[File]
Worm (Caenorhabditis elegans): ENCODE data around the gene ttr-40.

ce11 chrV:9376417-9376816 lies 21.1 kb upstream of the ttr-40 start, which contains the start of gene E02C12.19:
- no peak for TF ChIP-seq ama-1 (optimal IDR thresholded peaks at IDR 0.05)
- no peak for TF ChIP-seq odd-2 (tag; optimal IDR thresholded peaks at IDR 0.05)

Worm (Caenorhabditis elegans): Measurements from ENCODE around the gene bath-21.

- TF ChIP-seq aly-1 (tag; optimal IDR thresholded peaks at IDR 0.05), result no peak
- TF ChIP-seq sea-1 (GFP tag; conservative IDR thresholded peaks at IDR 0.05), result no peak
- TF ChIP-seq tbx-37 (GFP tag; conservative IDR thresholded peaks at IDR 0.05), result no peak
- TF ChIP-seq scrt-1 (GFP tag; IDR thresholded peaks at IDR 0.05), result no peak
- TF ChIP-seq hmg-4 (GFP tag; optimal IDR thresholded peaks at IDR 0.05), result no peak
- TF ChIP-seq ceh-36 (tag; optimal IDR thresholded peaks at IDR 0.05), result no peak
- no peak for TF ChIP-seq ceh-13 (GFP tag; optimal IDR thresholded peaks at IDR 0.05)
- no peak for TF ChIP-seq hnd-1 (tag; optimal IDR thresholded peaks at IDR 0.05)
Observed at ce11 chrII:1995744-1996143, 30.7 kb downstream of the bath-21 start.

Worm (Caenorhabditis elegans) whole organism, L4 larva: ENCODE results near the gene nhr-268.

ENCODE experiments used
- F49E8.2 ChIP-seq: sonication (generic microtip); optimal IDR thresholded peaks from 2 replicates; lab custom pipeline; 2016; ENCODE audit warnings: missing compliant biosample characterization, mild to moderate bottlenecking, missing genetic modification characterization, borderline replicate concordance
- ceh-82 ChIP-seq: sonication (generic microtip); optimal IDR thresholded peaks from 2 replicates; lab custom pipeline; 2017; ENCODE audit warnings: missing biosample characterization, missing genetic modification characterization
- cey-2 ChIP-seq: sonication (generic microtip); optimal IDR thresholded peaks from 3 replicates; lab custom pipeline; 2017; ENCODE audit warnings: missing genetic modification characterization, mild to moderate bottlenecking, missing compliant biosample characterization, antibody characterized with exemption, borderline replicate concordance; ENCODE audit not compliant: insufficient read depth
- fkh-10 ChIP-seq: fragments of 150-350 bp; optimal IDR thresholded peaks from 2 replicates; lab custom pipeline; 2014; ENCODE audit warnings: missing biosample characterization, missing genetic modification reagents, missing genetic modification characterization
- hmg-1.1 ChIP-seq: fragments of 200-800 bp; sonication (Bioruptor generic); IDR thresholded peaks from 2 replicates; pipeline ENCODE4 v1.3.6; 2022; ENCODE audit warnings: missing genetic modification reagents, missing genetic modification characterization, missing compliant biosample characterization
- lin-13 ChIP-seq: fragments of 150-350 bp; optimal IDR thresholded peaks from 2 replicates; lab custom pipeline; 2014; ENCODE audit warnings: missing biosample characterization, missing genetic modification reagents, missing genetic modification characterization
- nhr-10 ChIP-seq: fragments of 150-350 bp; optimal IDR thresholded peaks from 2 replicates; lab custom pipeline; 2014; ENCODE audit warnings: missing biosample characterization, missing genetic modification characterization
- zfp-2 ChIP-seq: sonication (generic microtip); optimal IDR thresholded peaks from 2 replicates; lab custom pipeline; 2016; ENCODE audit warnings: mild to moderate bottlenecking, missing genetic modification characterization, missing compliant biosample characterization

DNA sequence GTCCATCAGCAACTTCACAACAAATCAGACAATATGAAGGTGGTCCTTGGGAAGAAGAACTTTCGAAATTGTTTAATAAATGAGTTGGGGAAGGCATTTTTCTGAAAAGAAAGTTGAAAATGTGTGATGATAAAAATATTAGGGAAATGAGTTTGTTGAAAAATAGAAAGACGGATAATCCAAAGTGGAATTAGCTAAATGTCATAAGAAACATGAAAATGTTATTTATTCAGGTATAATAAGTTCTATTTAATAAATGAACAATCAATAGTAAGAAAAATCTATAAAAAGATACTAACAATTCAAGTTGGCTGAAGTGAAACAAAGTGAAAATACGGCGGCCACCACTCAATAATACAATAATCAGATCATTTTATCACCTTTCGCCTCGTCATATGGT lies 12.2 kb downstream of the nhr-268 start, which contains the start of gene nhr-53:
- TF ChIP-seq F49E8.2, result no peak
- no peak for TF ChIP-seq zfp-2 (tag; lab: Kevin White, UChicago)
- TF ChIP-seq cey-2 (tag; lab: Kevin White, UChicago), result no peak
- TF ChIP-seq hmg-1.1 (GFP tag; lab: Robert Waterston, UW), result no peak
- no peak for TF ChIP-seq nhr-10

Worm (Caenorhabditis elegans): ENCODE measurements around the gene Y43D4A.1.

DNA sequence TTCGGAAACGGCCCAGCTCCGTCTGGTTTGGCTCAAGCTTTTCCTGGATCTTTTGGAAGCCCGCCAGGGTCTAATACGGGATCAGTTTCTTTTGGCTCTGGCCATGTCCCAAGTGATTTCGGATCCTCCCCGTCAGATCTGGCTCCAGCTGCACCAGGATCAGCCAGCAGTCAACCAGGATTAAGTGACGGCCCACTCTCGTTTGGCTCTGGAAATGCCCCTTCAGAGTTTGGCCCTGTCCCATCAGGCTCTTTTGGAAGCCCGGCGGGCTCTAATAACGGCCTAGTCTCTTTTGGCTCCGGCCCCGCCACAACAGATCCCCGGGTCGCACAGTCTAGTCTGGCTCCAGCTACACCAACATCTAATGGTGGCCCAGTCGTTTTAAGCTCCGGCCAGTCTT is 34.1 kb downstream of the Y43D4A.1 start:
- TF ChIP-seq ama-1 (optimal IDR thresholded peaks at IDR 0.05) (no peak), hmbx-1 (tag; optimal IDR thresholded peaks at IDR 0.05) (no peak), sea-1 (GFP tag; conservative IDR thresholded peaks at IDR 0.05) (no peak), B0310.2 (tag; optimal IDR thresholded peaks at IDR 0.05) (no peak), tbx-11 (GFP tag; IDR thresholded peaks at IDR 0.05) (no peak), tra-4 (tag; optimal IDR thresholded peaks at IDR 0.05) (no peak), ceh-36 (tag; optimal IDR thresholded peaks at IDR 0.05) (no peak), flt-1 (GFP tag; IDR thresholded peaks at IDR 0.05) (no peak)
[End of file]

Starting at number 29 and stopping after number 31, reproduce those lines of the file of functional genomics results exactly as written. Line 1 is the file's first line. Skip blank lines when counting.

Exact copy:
- TF ChIP-seq hmg-1.1 (GFP tag; lab: Robert Waterston, UW), result no peak
- no peak for TF ChIP-seq nhr-10

Worm (Caenorhabditis elegans): ENCODE measurements around the gene Y43D4A.1.